Fifty years ago – at the height of Beatlemania – Swindon music lover Joan Britton made her way to Heathrow airport to watch John Lennon, Paul McCartney, George Harrison and Ringo Starr board a flight to New York at the start of The Beatles’ first American tour.
With three school friends the fifteen-year-old crafted a banner out of a bed sheet and shoe polish, and with a prime spot at the front of the airport’s viewing platform she’s sure the Fab Four saw her plea for the band to Come Back Soon.
News footage of screaming Beatles fans at airports on both sides of The Pond are among the most iconic images of the decade.
And now Joan’s banner, along with her precious collection of vinyl LPs and other items of memorabilia, including magazines and books, posters, autographs and albums of newspaper cuttings, is to be sold at an antiques auction in the Cotswolds.
“We went to the airport on the bus on a wet day in February 1964,” recalls Joan. “In those days you could stand on viewing platform and watch the planes take off and land. That’s what we did. We got to the front, hung our banner over the railing, screamed, and cried.”
Screaming was a big part of being a Beatles fan. Joan – who grew up in Brixton – was lucky enough to see the band live in concert at the height of their fame, at the Hammersmith Odeon in December 1964.
“We were all screaming,” she says. “It was ear-shattering. We didn’t hear any of the songs, but that didn’t matter, we knew them so well anyway.
“A lady behind us told us to sit down and be quiet. We said something like ‘what do you expect?’. The screaming was infectious – you couldn’t help yourself.”
Another piece of Joan’s Beatles collection comes from 1964 – parts of a billposter for the movie A Hard Day’s Night, which was showing at the girls’ local cinema in Brixton.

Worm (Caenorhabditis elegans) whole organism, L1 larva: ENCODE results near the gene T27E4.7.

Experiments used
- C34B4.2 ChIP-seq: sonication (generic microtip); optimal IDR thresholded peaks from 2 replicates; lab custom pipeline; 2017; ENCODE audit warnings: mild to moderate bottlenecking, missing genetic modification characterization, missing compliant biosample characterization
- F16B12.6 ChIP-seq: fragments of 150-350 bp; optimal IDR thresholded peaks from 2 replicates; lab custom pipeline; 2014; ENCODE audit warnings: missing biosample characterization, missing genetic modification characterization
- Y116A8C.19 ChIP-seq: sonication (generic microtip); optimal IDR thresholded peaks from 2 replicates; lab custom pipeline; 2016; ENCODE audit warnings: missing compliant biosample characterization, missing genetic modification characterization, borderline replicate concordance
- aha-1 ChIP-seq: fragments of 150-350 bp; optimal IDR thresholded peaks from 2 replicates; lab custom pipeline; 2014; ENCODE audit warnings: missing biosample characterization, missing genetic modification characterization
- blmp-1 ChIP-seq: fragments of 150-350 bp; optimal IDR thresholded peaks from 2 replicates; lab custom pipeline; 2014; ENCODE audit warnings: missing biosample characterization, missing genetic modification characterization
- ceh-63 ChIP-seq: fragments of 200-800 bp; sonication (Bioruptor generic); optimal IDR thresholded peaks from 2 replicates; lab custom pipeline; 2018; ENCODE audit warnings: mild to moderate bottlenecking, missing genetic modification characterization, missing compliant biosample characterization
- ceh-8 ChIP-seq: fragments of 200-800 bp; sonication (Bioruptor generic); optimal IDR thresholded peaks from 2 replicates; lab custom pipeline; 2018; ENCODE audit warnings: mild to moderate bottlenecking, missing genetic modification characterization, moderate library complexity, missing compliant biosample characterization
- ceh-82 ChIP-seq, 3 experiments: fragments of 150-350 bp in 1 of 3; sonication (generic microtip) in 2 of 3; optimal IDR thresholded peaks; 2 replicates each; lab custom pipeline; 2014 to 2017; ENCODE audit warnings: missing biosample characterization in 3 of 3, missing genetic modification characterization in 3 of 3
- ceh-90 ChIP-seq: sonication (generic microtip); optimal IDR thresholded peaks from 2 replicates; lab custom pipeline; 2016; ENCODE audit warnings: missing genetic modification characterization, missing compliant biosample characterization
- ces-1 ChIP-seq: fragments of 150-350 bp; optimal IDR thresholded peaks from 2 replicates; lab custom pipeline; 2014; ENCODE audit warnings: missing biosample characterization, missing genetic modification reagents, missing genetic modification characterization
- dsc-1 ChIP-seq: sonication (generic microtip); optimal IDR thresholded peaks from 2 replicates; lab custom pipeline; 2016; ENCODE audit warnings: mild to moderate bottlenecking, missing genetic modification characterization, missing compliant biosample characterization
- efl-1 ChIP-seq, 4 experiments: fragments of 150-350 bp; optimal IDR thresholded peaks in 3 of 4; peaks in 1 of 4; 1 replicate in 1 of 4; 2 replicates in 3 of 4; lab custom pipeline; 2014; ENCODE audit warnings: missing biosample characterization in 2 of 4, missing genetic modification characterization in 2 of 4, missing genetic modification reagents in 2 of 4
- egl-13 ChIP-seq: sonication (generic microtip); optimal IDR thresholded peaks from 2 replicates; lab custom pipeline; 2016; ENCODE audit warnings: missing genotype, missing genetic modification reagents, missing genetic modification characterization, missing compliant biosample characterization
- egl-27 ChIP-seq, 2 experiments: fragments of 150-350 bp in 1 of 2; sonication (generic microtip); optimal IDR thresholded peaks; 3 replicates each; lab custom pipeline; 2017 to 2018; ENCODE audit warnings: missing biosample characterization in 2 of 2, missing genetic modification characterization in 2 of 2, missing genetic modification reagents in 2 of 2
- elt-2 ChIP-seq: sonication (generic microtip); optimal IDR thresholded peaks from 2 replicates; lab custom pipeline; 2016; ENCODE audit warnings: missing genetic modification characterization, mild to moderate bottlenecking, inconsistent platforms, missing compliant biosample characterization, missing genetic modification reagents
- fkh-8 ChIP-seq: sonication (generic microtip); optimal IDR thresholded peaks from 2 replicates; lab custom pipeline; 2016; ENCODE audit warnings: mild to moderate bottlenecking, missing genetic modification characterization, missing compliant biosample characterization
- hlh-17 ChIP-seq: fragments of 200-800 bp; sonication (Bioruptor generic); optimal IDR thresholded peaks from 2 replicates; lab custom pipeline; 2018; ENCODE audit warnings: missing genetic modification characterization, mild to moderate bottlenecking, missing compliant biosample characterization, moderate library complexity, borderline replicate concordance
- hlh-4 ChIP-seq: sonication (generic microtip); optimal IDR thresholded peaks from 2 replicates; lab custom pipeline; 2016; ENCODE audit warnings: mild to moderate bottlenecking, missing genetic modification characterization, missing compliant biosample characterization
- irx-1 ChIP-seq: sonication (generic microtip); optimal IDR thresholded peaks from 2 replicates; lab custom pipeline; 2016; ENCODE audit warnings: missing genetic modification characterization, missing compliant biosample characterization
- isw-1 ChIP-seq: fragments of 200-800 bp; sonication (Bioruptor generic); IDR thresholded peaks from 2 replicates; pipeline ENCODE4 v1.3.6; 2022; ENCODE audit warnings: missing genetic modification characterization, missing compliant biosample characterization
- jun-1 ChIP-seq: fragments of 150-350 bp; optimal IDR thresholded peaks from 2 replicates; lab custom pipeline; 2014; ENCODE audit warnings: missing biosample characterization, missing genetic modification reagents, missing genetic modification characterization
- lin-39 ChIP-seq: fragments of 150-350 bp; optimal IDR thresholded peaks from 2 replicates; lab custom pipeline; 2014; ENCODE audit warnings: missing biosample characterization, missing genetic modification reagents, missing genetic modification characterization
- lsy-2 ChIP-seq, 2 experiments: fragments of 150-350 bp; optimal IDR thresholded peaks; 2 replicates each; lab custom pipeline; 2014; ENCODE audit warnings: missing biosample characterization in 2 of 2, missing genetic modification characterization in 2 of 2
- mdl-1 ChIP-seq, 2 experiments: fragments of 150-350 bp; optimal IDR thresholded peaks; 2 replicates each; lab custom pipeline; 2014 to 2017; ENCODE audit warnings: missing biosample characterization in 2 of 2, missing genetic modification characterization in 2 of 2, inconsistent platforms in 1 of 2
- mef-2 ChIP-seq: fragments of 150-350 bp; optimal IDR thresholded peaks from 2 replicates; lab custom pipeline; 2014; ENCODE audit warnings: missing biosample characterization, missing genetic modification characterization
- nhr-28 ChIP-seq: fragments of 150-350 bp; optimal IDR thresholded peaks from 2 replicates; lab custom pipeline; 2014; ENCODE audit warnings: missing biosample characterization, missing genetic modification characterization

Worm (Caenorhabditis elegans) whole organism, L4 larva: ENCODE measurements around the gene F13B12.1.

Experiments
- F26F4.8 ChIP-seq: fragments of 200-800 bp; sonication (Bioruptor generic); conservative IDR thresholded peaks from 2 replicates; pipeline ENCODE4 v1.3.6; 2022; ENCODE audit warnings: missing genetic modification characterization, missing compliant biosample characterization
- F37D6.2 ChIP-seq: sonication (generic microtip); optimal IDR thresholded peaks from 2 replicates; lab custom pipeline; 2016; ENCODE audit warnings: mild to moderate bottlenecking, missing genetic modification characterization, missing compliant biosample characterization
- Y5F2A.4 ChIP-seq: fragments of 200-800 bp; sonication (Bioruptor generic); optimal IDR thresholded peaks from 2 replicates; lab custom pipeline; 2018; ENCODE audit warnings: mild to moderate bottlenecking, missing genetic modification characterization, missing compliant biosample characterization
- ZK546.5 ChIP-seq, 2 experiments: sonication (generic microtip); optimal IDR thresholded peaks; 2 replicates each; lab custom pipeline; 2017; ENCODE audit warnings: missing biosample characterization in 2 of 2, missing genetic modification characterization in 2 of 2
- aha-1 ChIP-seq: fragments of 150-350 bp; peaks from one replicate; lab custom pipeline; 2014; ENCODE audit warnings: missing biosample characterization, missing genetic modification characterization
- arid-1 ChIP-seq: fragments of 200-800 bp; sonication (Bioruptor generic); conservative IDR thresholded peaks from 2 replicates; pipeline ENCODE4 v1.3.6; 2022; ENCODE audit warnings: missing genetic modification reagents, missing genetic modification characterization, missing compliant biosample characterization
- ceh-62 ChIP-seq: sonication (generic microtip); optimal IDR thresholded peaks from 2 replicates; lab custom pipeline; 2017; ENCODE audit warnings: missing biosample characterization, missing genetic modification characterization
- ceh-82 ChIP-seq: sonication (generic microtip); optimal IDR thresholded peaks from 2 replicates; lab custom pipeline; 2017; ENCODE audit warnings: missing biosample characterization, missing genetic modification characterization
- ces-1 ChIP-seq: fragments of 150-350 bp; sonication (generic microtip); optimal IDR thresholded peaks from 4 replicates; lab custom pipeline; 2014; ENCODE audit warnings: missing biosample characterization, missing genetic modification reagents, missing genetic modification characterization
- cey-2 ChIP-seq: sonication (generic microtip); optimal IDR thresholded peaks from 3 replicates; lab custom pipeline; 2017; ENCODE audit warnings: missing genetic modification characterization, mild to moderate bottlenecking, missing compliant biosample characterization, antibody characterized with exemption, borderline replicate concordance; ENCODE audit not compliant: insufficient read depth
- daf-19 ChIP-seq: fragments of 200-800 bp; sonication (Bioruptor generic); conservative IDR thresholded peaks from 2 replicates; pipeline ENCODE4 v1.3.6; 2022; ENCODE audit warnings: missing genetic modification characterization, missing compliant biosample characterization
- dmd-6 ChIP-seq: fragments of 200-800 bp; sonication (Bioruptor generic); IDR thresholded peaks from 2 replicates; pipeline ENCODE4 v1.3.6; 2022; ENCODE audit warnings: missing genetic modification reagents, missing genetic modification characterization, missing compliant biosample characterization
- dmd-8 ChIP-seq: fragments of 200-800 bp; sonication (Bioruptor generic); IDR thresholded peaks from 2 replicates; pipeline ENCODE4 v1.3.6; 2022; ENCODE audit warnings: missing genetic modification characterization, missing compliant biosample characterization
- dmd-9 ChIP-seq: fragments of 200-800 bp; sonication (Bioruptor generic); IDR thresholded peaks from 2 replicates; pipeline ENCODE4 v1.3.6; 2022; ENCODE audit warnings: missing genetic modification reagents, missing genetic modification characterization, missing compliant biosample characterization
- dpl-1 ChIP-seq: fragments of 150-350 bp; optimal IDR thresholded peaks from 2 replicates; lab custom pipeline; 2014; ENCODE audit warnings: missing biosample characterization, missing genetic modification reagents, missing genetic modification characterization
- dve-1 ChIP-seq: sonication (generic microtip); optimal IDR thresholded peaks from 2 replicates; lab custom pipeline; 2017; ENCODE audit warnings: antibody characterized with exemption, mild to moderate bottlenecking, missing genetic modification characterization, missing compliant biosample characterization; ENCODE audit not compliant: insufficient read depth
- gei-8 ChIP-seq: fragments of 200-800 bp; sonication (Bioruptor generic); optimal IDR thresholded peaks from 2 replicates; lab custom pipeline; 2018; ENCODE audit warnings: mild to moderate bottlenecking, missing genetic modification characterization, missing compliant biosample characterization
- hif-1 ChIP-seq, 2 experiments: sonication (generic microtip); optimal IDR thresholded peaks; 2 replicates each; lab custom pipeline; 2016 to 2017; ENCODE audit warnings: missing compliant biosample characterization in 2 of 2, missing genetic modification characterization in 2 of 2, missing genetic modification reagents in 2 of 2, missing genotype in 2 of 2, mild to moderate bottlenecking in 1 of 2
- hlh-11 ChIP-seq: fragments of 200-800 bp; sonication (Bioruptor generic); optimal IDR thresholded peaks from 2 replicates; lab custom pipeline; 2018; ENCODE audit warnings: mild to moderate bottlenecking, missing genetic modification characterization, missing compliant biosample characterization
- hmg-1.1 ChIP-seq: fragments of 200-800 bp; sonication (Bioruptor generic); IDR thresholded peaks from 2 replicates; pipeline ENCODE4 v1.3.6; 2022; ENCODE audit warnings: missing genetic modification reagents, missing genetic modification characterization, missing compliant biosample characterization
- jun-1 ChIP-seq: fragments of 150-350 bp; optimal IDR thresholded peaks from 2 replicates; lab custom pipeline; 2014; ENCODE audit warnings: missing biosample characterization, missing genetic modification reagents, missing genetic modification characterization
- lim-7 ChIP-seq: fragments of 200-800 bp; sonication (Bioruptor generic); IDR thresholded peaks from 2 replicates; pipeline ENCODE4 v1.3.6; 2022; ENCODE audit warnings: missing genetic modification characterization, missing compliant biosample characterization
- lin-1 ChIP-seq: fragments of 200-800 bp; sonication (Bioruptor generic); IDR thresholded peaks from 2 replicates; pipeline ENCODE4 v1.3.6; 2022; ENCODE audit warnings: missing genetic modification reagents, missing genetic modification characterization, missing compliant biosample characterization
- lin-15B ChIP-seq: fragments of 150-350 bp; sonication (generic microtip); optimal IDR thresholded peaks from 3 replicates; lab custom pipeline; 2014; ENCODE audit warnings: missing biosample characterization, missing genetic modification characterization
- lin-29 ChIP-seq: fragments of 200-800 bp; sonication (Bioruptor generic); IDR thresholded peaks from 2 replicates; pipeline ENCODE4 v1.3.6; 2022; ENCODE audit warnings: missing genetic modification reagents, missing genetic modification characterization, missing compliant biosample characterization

The poster featured 20 black and white photobooth-style images of the band, which the young fans cut up and divided between them.
Meanwhile, a Saturday job at Woolworth’s – and a staff discount – meant Joan was always one of the first to own a new Beatles album on its release.
Vinyl copies of 1963’s Please Please Me and With The Beatles; Hard Day’s Night and Beatles for Sale (1964); Help and Rubber Soul (1965); Revolver (1966); and Sgt Pepper’s Lonely Hearts Club Band (1967) form part of the auction lot.
Joan’s dose of Beatlemania lasted until 1967, although she continued to attend concerts throughout the sixties.
In 1969 she watched Jimi Hendrix at the Royal Albert Hall – “it was the first time I’d seen someone play guitar with his teeth” – and the album she bought on the strength of his performance – a mono version of his psychedelic classic Axis: Bold as Love – is the rarest and most valuable record in the collection.
Throughout the sixties, Joan collected autographs, and some of the biggest names of the decade – including Ronnie Spector, Donovan, Manfred Mann, Keith Moon and Alan ‘Fluff’ Freeman – all appear in her album, alongside the signature of Val Doonican.
“I wasn’t a fan, and I can’t remember where I met him,” Joan admits. “I expect I just asked him for his autograph because he was on the telly.”
Joan says she was fortunate to have lived in London during the Swinging Sixties. “We would go up West and see bands on a regular basis,” she said. “Nothing became of most of them, but some of them became the biggest bands in the world.”
Her collection of music and mementos of the period has followed her from loft to loft, and was, until recently, collecting dust in a cupboard under the stairs.
Joan hopes her pieces of memorabilia will bring pleasure to a collector, while the money she makes from the sale will be spent on Christmas presents for her three grandchildren.
The collection will be sold by Moore Allen & Innocent in Cirencester – whom she decided to contact after seeing auctioneer Philip Allwood on the BBC TV show Flog It! – on Friday, November 22 , with a guide price of £300 to £500.
For a full auction catalogue, log on to http://www.mooreallen.co.uk